The Advantages of Being Salty

wipp waste storage transuranic

The Waste Isolation Pilot Plant (WIPP) first opened in 1999 with the ambitions to permanently bury transuranic waste in our post-nuclear production age. Located 26 miles from Carlsbad, New Mexico, WIPP houses barrels of waste 2,150 feet below the surface. This site was chosen not only because of its remoteness but also because waste cold be embedded within a 3000 feet thick salt formation that has been stable for 250 million years. The underground salt formation from an ancient sea is just wet enough to move and seep slowly, therefore sealing the caverns after their construction. However, this also means that they would eventually flood. That is if it doesnt first collapse as it is predicted to do so before its 1000th birthday.

wipp waste carlsbad

Regardless of floods or collapses, the site is estimated to remain dangerous for 24,000 years. And recently there has been considerable debate on how to mark the site as such long after the surface-based processing buildings are gone. Cave scratchings? Symbols? Words?

waste wipp transuranic storage carlsbad

Maybe more significantly to us here is the role of salt (ancient seas) as burial grounds for toxic waste.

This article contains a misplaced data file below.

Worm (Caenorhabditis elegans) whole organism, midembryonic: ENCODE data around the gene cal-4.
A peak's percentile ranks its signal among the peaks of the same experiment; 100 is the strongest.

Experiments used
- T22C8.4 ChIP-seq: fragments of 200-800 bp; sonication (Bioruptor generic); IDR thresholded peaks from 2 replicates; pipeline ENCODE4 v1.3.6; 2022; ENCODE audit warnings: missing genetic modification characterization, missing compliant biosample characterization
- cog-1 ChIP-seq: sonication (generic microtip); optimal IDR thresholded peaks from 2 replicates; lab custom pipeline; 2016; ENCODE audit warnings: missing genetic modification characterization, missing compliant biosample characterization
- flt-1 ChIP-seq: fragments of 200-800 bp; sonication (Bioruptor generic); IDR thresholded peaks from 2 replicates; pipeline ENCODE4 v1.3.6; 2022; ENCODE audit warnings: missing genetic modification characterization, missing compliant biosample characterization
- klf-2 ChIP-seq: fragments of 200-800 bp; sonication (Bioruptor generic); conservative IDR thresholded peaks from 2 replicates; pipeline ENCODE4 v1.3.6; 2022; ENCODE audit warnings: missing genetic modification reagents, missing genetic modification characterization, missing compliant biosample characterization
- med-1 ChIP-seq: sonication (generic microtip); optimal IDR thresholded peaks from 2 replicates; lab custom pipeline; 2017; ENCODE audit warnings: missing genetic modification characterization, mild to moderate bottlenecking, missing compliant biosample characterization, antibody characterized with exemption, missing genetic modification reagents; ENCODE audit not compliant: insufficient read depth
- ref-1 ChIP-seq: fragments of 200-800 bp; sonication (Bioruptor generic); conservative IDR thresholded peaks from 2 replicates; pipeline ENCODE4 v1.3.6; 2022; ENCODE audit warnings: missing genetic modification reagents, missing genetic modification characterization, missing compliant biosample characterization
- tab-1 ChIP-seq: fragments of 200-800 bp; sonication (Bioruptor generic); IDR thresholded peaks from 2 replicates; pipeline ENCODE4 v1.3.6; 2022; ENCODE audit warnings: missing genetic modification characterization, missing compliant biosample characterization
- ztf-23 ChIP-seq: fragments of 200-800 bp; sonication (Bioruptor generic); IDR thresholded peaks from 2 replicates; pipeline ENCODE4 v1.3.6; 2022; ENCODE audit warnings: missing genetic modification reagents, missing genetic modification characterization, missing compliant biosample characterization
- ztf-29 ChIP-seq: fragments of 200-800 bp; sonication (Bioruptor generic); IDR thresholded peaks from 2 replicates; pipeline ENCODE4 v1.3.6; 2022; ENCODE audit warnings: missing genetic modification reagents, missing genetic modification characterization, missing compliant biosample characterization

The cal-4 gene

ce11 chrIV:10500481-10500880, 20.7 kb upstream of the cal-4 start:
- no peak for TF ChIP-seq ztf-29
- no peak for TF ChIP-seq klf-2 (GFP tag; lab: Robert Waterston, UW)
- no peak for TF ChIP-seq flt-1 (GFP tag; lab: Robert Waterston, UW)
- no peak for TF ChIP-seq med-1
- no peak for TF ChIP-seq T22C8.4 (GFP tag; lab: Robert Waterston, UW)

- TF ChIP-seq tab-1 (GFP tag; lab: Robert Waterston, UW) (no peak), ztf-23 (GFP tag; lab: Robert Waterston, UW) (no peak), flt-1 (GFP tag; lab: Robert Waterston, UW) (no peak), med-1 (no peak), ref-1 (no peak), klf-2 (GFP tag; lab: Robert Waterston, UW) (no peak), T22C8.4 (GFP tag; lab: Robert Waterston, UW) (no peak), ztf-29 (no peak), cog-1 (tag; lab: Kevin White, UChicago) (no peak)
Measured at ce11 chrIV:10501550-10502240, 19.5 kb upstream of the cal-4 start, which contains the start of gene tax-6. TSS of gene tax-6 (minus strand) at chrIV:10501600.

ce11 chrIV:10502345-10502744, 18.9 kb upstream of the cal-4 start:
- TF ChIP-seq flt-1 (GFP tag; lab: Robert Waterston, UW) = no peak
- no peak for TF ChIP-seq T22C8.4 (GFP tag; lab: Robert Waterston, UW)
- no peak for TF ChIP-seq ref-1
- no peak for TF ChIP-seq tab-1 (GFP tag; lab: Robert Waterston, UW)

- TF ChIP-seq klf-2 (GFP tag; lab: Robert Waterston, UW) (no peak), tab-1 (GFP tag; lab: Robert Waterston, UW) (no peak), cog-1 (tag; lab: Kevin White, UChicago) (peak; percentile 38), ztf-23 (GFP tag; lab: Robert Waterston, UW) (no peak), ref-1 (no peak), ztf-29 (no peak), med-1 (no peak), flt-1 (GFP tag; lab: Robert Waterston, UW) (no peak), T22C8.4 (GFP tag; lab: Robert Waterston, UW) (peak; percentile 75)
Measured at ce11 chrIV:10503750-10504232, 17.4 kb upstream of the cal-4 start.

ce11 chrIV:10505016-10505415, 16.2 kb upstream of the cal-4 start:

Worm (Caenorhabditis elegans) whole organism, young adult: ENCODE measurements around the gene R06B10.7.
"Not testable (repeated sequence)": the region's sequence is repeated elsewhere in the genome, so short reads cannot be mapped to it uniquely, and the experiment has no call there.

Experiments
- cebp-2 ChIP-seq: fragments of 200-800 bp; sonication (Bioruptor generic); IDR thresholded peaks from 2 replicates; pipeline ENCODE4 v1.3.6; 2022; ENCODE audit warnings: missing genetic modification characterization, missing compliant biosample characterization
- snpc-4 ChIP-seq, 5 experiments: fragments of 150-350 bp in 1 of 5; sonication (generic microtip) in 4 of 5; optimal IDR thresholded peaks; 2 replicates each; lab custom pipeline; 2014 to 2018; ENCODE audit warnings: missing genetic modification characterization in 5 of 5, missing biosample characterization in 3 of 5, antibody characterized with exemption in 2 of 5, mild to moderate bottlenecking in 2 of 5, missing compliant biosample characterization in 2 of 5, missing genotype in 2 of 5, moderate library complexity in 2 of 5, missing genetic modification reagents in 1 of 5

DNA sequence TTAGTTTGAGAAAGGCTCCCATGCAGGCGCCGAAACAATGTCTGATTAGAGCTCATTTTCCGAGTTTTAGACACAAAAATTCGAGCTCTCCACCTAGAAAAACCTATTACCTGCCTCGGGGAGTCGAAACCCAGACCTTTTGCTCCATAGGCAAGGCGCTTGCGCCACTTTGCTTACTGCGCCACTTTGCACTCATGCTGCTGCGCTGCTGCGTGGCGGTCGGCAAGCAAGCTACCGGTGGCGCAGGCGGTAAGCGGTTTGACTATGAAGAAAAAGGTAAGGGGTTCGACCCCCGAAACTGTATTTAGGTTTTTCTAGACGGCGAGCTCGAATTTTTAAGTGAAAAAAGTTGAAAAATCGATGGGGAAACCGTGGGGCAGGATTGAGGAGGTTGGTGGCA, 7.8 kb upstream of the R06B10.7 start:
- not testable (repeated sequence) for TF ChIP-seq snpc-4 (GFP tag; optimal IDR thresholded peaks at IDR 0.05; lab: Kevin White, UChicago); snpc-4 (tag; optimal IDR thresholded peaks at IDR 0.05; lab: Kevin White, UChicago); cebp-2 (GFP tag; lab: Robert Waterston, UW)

nullarbor plains limestone

Limestone, at high temperatures, breaks down into carbon dioxide and quicklime, in a process that produces greenhouse gas. But dump that quicklime in seawater, and it absorbs roughly twice as much CO2 as was released in the first reaction. This is what the folks at cquestrate hypothesize.

This scheme works off the assumption that regardless of the greenhouse effect, CO2 buildup leads to ocean acidification, which could lead to large-scale oceanic ecosystem collapse. This cocktail of lime and saltwater, however, takes gas out of the air and sequesters it into the ocean, thus making oceans more alkaline. Now whether enough limestone can be sourced and ecologically transported to oceans would be the challenge... the Nullarbor Plains would be a good start.

cloud seeding geoengineering

Another salty vision for earth involves "cloud seeding." This is proposed by John Latham and Stephen Salter, (i know, i know, his last name is perfect!) who suggest to spray droplets of seawater high up into the air, so that the tiny particles of salt from these droplets will make clouds thicker and more reflective.

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